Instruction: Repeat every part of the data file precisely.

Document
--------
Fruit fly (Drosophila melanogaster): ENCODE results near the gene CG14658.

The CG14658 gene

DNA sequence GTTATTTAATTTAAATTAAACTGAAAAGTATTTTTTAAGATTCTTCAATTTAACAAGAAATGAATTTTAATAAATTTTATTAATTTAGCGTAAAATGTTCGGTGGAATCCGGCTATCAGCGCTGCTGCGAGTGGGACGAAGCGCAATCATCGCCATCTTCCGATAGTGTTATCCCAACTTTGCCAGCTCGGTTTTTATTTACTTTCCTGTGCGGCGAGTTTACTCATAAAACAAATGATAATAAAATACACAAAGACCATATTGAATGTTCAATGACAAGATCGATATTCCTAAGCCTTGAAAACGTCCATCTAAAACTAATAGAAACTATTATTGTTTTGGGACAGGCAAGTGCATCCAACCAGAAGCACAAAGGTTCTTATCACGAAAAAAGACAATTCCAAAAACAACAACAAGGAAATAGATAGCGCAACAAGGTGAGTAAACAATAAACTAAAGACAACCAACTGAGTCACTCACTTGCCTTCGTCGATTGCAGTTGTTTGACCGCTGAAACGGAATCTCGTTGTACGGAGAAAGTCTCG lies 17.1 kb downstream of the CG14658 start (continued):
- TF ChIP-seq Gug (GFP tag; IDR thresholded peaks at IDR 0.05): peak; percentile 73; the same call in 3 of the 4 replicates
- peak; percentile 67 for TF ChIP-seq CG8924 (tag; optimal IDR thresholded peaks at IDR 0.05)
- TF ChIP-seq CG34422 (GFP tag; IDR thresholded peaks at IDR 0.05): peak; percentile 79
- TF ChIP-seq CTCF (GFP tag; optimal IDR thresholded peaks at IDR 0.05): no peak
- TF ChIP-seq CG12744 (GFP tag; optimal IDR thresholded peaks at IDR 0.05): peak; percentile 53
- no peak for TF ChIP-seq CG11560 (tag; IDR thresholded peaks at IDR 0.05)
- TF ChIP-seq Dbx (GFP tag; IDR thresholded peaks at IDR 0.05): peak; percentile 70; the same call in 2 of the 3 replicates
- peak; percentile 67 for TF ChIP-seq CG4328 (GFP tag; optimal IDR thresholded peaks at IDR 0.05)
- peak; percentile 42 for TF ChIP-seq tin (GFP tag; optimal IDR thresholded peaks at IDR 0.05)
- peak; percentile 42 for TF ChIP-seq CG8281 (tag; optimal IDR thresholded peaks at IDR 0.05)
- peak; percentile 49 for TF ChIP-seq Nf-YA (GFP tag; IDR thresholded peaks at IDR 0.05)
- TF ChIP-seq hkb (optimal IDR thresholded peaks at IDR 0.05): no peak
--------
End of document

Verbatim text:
Fruit fly (Drosophila melanogaster): ENCODE results near the gene CG14658.

The CG14658 gene

DNA sequence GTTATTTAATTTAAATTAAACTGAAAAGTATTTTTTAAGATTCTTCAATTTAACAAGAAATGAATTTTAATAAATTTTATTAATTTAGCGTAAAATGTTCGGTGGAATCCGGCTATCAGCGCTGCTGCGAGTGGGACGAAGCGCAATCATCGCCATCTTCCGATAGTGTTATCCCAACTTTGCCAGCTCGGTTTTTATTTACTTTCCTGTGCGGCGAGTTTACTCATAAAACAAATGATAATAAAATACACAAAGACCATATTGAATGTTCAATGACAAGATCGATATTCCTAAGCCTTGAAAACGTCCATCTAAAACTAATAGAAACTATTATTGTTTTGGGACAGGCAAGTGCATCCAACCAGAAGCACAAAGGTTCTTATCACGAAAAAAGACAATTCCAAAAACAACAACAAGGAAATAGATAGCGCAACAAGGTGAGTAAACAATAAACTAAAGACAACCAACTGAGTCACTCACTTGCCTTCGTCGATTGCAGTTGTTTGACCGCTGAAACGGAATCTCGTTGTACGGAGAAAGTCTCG lies 17.1 kb downstream of the CG14658 start (continued):
- TF ChIP-seq Gug (GFP tag; IDR thresholded peaks at IDR 0.05): peak; percentile 73; the same call in 3 of the 4 replicates
- peak; percentile 67 for TF ChIP-seq CG8924 (tag; optimal IDR thresholded peaks at IDR 0.05)
- TF ChIP-seq CG34422 (GFP tag; IDR thresholded peaks at IDR 0.05): peak; percentile 79
- TF ChIP-seq CTCF (GFP tag; optimal IDR thresholded peaks at IDR 0.05): no peak
- TF ChIP-seq CG12744 (GFP tag; optimal IDR thresholded peaks at IDR 0.05): peak; percentile 53
- no peak for TF ChIP-seq CG11560 (tag; IDR thresholded peaks at IDR 0.05)
- TF ChIP-seq Dbx (GFP tag; IDR thresholded peaks at IDR 0.05): peak; percentile 70; the same call in 2 of the 3 replicates
- peak; percentile 67 for TF ChIP-seq CG4328 (GFP tag; optimal IDR thresholded peaks at IDR 0.05)
- peak; percentile 42 for TF ChIP-seq tin (GFP tag; optimal IDR thresholded peaks at IDR 0.05)
- peak; percentile 42 for TF ChIP-seq CG8281 (tag; optimal IDR thresholded peaks at IDR 0.05)
- peak; percentile 49 for TF ChIP-seq Nf-YA (GFP tag; IDR thresholded peaks at IDR 0.05)
- TF ChIP-seq hkb (optimal IDR thresholded peaks at IDR 0.05): no peak